Geological Sciences B course deals with the subsurface processes of the lithosphere and asthenosphere.
- Igneous and metamorphic petrology
- case studies of volcanic and mountainous settings.
The B.A. Degree is earned after passing Part IIB, and the M.Sci. (Master of Natural Sciences) degree after Part III. The four year route is intended for students planning a career, further training or research within Earth Sciences, or for students wanting the intellectual challenge of an advanced course in this field. Part II Geological Sciences will have taught cores on the scientific and technical fundamentals of the subject in the first term, followed by a choice of options in the second and third terms covering a wide spectrum of the subject. Fieldwork is an essential part of the course.
Project work (essentially a field mapping project) is carried out in the Long Vacation preceding the Part II year and during the first term and many students find this the most enjoyable and the most rewarding part of the course. Students will be able to pick a topic of their choice and will have access to supervisors specialising in this subject. More details can be found at www.esc.cam.ac.uk/teachi
The research project may be based on fieldwork or Industry placements (typically conducted during the preceding Long Vacation), or a laboratory work and/or data analysis. More details of the coursework and course requirements can be found at http://www.cam.ac.uk/about/natscitripos/ps/structure/part3.html
Field trips are an important part of Geogolgy and there are at least 6 trips around the globe during the course:
- Part IA – Arran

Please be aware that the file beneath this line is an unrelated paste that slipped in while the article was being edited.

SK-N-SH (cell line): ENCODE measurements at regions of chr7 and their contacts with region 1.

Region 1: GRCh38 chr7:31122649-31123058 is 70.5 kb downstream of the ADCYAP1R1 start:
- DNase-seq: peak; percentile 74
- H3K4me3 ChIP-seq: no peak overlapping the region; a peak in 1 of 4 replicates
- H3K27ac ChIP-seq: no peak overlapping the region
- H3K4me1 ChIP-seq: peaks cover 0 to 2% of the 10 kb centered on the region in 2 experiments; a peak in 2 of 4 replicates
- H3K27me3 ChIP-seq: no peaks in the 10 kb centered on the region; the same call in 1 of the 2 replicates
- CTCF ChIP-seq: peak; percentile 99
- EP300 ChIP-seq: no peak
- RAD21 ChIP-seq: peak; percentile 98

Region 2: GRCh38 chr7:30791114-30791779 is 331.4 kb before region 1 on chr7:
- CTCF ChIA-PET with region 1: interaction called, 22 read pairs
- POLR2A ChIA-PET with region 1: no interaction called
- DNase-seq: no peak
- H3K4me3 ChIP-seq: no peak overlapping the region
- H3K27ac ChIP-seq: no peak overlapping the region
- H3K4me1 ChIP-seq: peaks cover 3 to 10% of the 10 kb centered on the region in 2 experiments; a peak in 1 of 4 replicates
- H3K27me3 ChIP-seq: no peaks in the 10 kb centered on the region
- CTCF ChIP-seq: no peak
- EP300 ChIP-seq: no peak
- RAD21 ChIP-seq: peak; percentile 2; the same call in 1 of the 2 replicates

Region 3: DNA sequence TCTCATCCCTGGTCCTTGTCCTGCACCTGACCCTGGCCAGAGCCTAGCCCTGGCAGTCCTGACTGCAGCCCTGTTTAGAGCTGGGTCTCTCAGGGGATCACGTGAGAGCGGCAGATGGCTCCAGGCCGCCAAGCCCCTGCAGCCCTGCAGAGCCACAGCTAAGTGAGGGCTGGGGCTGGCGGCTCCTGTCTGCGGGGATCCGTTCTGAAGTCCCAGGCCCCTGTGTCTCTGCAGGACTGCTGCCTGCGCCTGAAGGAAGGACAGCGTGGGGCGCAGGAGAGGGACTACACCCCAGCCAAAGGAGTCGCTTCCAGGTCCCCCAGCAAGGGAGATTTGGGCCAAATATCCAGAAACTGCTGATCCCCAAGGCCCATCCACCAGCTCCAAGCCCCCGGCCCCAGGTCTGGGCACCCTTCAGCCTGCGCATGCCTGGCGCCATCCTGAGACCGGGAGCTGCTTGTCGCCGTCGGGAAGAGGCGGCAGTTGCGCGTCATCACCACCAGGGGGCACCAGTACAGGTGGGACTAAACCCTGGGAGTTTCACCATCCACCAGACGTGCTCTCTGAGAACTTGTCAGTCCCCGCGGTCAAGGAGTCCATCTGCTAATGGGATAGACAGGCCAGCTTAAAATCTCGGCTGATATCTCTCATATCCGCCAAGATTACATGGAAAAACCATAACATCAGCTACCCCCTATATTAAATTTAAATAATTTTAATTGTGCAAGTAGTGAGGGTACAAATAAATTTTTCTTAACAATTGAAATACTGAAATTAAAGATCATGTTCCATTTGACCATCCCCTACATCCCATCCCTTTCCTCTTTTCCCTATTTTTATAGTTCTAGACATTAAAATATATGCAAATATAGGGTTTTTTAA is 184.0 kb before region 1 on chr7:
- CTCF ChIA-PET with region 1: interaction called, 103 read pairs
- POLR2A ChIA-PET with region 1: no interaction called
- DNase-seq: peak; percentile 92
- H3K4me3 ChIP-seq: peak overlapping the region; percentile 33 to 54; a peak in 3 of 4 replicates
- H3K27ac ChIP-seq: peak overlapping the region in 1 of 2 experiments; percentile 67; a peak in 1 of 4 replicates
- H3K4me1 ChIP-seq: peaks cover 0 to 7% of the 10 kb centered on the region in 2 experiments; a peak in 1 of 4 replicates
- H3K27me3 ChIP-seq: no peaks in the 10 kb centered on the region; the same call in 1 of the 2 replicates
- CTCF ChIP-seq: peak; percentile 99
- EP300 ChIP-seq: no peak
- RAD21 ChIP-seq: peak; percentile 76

- Part IB – Cumbria
- Part IB – Southwest England
- Part II – Skye
- Part II – Greece
- Part III – Spain
van Andel, T.H., 1994, “New Views on an Old Planet”, 2nd edition. CUP.
Press, F. and Siever, R. 1986, “Earth”, 4th edition. Freeman.
Skinner, B.J. and Porter, S.C. 1995, “The Dynamic Earth”. Wiley.
Holmes’ “Principals of Physical Geology” edited by D. Duff, (4th edition), Chapman and
Hall, 1994 (do not get older editions).
Putnis, Andrew. “Introduction to Mineral Sciences.” (Cambridge University Press)
Hans-Rudolf Wenk and Andrei Bulakh. “Minerals. Their constitution and origin.”
(Cambridge University Press)
MacKenzie, W.S. and Guildford, C. “Atlas of Rock-Forming Minerals in Thin Section.”
Ron H. Vernon. “A practical guide to rock microstructure.” (Cambridge University Press)
“The Practical Study of Crystals, Minerals and Rocks” (Cox, Price & Harte, McGraw-Hill)
“Mineralogy for Students” (Battey, Longman)
“Principles of Physical Geology” (Holmes, Chapman & Hall). Kearey P. & Vine F.J., 1996,
Global Tectonics 2
nd edition. Blackwell 16 of 44
IA Guide 2012-2013
Deer, W.A., Howie, R.A. and Zussman, J, 1992. “An Introduction to the rock forming
minerals”. Pearson, Prentice Hall.
“Mantle convection in the Earth and planets”. Schubert, G., Turcotte, D.L. and Olson P.,
2001. (Cambridge University Press)